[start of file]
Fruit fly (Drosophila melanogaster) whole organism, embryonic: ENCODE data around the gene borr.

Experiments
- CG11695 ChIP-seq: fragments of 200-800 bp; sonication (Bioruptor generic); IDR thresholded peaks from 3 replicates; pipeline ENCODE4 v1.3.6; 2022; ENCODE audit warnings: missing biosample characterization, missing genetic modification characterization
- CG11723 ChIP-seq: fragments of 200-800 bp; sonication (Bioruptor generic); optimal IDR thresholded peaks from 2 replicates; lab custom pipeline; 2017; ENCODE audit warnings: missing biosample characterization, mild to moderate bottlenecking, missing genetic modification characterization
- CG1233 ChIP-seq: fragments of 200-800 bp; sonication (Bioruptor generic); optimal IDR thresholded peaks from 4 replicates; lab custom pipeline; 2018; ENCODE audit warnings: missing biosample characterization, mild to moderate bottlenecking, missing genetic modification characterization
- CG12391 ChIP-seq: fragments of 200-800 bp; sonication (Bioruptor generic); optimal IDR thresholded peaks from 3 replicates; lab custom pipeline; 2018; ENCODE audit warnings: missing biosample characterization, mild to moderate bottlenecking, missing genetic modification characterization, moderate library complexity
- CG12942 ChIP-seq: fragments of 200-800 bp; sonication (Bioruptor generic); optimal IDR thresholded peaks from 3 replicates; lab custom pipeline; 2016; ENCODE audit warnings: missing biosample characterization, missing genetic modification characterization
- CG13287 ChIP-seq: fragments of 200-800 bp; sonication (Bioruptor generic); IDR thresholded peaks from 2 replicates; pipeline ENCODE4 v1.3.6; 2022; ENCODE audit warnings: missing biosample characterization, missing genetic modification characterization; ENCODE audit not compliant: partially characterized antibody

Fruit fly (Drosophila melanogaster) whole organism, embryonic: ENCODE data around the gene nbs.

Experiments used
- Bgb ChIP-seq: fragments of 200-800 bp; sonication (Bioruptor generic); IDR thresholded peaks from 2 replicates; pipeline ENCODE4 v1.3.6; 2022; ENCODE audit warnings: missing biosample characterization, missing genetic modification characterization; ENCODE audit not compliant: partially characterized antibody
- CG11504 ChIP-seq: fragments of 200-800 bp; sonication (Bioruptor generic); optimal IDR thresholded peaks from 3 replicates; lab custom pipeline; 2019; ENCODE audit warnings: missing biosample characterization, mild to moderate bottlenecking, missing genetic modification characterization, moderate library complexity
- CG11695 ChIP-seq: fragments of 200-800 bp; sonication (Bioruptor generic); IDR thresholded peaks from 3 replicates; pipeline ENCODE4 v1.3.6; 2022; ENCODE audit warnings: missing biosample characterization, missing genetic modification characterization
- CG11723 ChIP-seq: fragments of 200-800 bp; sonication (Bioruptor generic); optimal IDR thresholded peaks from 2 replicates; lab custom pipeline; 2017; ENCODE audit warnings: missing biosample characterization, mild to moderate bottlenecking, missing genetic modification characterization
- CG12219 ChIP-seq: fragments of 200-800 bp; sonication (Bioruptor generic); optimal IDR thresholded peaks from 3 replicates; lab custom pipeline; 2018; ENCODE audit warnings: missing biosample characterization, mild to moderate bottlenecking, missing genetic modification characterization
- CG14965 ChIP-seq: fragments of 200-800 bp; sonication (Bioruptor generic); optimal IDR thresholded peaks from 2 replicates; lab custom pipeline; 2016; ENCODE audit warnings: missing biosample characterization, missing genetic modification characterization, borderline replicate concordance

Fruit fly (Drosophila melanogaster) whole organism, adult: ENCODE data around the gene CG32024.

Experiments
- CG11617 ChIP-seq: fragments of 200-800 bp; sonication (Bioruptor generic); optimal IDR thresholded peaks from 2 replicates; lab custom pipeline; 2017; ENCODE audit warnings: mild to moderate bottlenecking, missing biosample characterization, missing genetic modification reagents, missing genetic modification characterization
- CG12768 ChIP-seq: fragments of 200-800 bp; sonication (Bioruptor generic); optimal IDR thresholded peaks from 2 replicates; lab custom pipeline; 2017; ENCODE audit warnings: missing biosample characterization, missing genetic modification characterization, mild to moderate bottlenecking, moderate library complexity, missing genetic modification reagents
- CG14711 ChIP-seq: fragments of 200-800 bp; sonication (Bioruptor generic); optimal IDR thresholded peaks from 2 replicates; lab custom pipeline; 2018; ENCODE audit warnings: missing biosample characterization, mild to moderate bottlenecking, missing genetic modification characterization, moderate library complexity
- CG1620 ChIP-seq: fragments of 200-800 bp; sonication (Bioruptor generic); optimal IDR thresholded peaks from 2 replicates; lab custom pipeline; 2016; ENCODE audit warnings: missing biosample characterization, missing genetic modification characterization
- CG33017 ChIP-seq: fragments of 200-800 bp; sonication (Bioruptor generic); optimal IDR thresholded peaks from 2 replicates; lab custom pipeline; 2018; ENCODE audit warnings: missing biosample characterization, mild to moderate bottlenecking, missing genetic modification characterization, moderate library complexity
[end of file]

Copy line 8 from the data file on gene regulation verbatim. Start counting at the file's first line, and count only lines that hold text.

- CG13287 ChIP-seq: fragments of 200-800 bp; sonication (Bioruptor generic); IDR thresholded peaks from 2 replicates; pipeline ENCODE4 v1.3.6; 2022; ENCODE audit warnings: missing biosample characterization, missing genetic modification characterization; ENCODE audit not compliant: partially characterized antibody